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Movie Review: Storytelling

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In music it’s very common for artists to provide answers to criticism in the form of a song. It’s called a “diss track” or “diss song.” In movies it’s much harder to do that, because movies generally require the involvement of many people, and are much more expensive to create. So it’s very uncommon for a film director to express his answer to criticism in the form of a movie. It’s even more uncommon for such a movie to be very interesting and filled with substantial social critique. Storytelling by Todd Solondz manages to achieve both of these goals.

And if there is one director for whom the existence of a movie dedicated to the criticism of his work is justified it is Todd Solondz.

Todd Solondz has shocked the American public before with movies on taboo and difficult issues, such as pedophilia, child neglect, violence, perversion, and the general psychopathology of modern lives. His movie Happiness, which shows the dark ways through which some people might search for happiness, is very often described as one of the most disturbing movies ever made.

Storytelling is no less disturbing. It’s divided into two parts respectively called “Fiction” and “Non-Fiction” both dealing with issues of modern hypocrisy through drastic imagery.

Without revealing too much of the plot, I can reveal that “Fiction” is nothing more than a parody of politically correct, superficial liberals: the very same people who claim that the director’s movies are hollow, exploitative, disgusting, unbelievable, and mean-spirited.

The main protagonist, Vi, a white female college student, has a relationship with someone because “she thought he was different because he had CP.” After they break up, an African-American creative writing teacher coerces Vi into sodomizing him, while yelling racist obscenities. An act which he obviously enjoys sexually.

Vi then expresses this traumatic experience in a story, which she reads in the professor’s creative writing class. Her story is met with the exact same criticism that Solondz has been met. The classmates attack it for its ugly characters, and claim that it uses disturbing imagery to hide its essential hollowness. They also say that it’s unrealistic, which in the context of this movie is ironic, because her story is indeed based on fact. This part of the movie ends on a quote which indicates that, while the author aims for social critique, he does not aim for realism. “I don’t know what happened Vi… because once you start writing it all becomes fiction.”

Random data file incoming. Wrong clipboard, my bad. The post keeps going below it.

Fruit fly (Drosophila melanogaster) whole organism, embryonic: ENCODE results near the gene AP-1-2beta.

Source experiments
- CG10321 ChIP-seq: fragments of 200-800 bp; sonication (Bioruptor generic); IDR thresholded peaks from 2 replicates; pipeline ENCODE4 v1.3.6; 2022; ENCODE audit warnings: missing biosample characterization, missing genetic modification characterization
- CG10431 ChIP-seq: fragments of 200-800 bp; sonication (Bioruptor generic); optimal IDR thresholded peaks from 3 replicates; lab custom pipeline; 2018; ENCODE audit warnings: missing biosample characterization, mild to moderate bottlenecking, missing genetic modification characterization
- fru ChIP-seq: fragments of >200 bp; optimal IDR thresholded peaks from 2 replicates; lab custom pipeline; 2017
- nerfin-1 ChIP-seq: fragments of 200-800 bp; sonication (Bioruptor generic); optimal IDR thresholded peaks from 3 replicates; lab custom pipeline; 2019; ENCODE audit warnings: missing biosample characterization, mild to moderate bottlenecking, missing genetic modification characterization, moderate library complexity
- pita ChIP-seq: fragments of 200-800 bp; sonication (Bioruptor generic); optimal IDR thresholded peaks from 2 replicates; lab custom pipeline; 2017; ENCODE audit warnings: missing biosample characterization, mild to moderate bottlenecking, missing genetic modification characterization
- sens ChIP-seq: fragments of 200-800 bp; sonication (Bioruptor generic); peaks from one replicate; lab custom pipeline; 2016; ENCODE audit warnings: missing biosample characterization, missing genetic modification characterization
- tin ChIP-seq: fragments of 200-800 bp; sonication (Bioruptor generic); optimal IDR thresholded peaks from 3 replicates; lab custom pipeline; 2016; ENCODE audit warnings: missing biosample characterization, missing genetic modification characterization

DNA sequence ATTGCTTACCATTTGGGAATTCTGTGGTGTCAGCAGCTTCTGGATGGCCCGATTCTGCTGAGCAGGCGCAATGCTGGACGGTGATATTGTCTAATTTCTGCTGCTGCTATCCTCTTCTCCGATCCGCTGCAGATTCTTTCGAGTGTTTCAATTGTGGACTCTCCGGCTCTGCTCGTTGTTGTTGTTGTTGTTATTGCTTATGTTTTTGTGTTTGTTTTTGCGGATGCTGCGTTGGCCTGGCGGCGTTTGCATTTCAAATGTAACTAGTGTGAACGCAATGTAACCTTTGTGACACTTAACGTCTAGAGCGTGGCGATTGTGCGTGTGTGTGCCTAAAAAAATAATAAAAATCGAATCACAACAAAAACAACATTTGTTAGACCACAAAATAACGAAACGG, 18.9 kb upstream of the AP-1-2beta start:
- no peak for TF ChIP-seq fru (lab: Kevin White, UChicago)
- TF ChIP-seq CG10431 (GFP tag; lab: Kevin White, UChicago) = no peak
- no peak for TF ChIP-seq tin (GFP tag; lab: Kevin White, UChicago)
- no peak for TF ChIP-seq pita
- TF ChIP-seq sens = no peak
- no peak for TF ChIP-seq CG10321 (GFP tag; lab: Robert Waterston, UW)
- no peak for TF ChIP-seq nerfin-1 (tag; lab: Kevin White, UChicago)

Solondz continues his social critique in “Nonfiction.” In it, a documentary film maker named Toby does a documentary on the life of an archetype of a teenage slacker called “Scooby.” Toby is an exaggerated representation of how Solondz’s critics view him; he’s a loser who has failed to become an actor and whose only chance at becoming famous is in exploitation. While making his documentary, he tries very hard to appear “deep,” to the point of being comical and pathetic. In line with American Beauty, Toby marvels at the beauty of a plastic bag.

During the course of the movie, this caricature of a filmmaker is met with the same criticism as Solondz had been, when his producer claims that he’s mocking the misery of his characters:

“I’m not making fun. I’m showing it how as it really is.”

“You’re showing how superior you are to your subjects.”

“No, but I like my subjects. I like these people.”

“No, you don’t.”

“Yes, I do! I love them!”

This is also a meta-reference to the movie. All the characters in this movie are laughable, but also sympathetic and relatable, despite their social dysfunction. They are “real.”

I think that in “Nonfiction,” Solondz says that the primary aim of his work is not to depict real life as a documentary, but instead to provide social critique through works of fiction. Although the same situations that happen in his movies might actually happen in real life, his movies are fiction. He proves his point by contrasting himself to a director similar to himself, who tries to create black comedy in the form of documentary and, in turn, actually exploits people

While in “Fiction” he says that his movies are often so disturbing and ugly, because real life is often disturbing and ugly, and that often, people do not accept the harsh realities of life. They deny them by saying that they are unbelievable.

This movie is one of the most elaborate answers to criticism in the history of cinema, and this, combined with the unique and disturbing plot, creates a very unique cinematic experience. And yet, I can’t recommend this movie to everyone, because many people may dislike it for the same reason as the critics, to whom the movie is directed.

But I can say with confidence that this movie will be loved by anyone who loved Happiness or any other movie by this director.
Final Rating: 8/10

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About Matt Neputin